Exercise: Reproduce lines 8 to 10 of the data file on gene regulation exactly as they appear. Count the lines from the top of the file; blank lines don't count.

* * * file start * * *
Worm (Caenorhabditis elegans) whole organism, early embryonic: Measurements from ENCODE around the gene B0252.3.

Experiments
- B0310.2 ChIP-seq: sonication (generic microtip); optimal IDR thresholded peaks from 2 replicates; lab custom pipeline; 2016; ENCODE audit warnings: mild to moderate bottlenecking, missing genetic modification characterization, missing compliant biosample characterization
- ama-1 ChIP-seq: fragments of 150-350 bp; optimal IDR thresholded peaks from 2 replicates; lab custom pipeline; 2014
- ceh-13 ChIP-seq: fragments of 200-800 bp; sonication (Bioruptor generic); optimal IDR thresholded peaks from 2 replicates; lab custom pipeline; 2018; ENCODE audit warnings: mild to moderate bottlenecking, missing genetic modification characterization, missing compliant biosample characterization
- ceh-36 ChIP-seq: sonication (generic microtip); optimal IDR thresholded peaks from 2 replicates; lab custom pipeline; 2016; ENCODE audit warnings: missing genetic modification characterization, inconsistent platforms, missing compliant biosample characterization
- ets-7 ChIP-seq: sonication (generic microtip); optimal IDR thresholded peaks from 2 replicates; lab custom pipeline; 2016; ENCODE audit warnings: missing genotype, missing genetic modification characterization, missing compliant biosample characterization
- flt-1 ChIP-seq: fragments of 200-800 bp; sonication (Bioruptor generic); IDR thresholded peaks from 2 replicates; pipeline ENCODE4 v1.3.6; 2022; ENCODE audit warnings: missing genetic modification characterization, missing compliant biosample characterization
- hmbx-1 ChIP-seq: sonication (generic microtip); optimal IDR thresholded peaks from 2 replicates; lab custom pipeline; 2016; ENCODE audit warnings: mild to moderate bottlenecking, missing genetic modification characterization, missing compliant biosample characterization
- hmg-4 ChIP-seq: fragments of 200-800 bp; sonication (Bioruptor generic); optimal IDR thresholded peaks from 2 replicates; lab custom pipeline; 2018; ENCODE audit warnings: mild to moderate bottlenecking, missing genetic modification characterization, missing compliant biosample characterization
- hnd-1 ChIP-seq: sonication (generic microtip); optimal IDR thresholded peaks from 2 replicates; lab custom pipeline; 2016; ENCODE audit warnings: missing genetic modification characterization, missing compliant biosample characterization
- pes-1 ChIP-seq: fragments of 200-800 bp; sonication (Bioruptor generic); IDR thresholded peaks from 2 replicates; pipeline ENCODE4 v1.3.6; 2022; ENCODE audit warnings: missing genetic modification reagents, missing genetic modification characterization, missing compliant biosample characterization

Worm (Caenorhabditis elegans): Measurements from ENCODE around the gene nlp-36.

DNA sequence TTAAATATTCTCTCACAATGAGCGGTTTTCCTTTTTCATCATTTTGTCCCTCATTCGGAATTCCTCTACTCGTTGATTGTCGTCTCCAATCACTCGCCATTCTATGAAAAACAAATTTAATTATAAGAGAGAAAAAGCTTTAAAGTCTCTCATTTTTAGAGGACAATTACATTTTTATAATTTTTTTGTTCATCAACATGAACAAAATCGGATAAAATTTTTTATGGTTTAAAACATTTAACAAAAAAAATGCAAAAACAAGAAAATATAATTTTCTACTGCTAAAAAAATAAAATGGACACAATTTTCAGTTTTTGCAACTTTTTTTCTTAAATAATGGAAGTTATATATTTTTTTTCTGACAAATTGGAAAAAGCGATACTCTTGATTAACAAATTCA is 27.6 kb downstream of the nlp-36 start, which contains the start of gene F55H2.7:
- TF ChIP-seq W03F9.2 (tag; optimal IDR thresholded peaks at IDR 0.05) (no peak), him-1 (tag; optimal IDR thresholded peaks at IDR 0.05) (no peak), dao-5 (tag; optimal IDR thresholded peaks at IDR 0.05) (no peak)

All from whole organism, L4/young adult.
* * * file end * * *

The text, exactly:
- flt-1 ChIP-seq: fragments of 200-800 bp; sonication (Bioruptor generic); IDR thresholded peaks from 2 replicates; pipeline ENCODE4 v1.3.6; 2022; ENCODE audit warnings: missing genetic modification characterization, missing compliant biosample characterization
- hmbx-1 ChIP-seq: sonication (generic microtip); optimal IDR thresholded peaks from 2 replicates; lab custom pipeline; 2016; ENCODE audit warnings: mild to moderate bottlenecking, missing genetic modification characterization, missing compliant biosample characterization
- hmg-4 ChIP-seq: fragments of 200-800 bp; sonication (Bioruptor generic); optimal IDR thresholded peaks from 2 replicates; lab custom pipeline; 2018; ENCODE audit warnings: mild to moderate bottlenecking, missing genetic modification characterization, missing compliant biosample characterization